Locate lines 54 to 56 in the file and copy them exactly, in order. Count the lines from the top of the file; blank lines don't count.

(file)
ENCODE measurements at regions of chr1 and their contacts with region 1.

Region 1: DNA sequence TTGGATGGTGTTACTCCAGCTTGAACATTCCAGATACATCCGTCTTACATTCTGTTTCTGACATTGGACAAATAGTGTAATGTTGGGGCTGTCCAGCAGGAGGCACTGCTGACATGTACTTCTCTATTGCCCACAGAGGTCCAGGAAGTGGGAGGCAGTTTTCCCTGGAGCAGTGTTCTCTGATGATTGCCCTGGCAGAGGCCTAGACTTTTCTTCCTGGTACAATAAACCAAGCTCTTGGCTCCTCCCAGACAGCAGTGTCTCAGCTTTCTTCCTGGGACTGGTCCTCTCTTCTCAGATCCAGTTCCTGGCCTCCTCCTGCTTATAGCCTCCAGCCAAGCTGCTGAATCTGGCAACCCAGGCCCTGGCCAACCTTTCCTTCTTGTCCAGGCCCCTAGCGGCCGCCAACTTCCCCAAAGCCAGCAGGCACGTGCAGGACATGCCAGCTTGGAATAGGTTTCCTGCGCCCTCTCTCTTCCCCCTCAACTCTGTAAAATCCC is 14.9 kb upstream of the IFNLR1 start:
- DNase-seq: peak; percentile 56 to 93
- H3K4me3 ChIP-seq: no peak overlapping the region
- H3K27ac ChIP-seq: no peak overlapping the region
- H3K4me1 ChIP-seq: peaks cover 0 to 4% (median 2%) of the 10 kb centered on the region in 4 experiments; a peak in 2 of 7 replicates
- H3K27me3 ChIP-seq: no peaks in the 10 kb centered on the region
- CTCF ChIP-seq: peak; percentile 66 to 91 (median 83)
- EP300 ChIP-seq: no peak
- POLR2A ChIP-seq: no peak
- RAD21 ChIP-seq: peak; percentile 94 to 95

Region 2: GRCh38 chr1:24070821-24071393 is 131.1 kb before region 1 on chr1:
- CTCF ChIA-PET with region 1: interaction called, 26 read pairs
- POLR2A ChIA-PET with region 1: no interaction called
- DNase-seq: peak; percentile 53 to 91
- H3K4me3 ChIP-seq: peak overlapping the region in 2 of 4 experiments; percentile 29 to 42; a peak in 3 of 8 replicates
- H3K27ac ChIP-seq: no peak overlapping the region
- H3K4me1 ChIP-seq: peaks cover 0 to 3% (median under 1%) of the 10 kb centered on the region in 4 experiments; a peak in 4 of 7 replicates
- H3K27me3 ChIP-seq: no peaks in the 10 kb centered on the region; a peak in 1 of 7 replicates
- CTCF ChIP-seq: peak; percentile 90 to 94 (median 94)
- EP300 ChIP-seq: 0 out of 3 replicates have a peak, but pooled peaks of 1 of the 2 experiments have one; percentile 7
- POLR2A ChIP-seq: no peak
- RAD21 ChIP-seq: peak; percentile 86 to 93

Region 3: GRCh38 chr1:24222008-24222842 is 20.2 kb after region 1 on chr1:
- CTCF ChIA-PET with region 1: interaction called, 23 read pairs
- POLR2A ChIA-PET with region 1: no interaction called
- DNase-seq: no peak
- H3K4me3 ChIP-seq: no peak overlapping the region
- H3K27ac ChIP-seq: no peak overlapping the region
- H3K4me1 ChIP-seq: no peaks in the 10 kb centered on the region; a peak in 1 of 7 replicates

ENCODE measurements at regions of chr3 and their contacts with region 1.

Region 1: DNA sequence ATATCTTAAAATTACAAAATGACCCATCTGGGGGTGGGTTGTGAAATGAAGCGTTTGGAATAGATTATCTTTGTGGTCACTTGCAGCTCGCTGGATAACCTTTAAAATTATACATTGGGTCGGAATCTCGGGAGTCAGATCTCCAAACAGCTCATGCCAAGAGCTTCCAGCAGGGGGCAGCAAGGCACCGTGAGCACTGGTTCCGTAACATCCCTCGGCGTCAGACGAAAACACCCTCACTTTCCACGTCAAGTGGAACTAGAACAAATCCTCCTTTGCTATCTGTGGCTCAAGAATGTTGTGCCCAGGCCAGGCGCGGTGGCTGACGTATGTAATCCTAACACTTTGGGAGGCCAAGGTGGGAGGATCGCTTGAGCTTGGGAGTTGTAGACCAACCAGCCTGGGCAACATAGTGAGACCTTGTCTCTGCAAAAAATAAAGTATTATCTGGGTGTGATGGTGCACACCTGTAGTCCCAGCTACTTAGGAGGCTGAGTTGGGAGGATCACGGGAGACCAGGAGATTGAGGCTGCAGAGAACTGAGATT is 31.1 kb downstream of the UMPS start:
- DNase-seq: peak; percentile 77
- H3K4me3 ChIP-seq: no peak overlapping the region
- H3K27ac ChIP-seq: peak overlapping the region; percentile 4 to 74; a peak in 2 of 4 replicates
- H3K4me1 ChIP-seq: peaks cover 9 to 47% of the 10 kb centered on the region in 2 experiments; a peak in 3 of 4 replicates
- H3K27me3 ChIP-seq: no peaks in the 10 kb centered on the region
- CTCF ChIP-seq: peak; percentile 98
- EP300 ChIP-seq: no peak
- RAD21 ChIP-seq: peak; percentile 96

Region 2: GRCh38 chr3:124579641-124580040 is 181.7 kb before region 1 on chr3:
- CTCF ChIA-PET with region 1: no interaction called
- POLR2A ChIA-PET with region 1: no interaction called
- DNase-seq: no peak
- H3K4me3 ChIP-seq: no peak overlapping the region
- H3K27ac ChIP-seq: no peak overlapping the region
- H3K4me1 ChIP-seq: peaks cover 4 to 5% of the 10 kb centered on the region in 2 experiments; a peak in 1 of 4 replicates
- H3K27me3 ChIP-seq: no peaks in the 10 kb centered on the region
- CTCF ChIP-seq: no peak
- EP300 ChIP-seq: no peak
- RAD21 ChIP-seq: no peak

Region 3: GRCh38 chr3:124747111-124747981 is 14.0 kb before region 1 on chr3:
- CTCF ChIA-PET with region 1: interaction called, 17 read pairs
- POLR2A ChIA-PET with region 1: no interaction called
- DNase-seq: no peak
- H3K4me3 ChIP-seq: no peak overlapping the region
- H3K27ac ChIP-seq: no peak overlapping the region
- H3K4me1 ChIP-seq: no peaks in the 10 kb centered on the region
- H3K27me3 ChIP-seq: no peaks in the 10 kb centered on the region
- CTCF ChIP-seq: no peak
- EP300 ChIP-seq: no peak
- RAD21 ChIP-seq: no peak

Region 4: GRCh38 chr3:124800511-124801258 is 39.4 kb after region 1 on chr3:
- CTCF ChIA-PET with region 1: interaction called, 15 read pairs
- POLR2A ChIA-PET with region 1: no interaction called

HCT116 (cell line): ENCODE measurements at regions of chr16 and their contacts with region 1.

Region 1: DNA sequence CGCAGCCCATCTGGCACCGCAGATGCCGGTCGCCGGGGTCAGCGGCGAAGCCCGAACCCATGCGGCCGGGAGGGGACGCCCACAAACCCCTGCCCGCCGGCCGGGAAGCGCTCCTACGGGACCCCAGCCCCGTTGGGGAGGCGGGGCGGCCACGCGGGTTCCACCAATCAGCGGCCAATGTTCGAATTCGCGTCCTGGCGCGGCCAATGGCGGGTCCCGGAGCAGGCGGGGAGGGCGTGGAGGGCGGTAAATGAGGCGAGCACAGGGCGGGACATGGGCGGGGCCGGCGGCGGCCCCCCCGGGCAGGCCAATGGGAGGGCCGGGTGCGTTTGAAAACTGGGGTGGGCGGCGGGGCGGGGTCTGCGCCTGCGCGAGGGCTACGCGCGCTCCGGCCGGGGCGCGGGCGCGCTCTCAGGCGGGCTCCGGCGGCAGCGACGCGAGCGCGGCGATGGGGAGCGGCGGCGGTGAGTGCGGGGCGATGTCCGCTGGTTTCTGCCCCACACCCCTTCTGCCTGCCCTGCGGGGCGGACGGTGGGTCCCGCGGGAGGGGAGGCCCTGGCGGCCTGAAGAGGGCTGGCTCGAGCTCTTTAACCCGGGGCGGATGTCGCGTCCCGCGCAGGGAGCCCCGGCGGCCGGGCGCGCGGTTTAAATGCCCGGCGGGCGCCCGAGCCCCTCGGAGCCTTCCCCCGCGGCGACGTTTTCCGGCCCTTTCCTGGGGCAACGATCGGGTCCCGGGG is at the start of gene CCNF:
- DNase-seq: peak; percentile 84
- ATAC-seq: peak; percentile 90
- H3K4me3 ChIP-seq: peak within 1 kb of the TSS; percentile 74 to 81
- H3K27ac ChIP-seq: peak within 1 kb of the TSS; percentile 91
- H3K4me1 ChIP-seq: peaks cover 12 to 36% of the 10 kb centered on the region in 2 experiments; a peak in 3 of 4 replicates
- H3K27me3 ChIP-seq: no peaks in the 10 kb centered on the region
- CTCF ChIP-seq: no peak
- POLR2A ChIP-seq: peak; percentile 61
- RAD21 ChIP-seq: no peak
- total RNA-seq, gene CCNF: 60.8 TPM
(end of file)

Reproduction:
- POLR2A ChIA-PET with region 1: no interaction called
- DNase-seq: no peak
- H3K4me3 ChIP-seq: no peak overlapping the region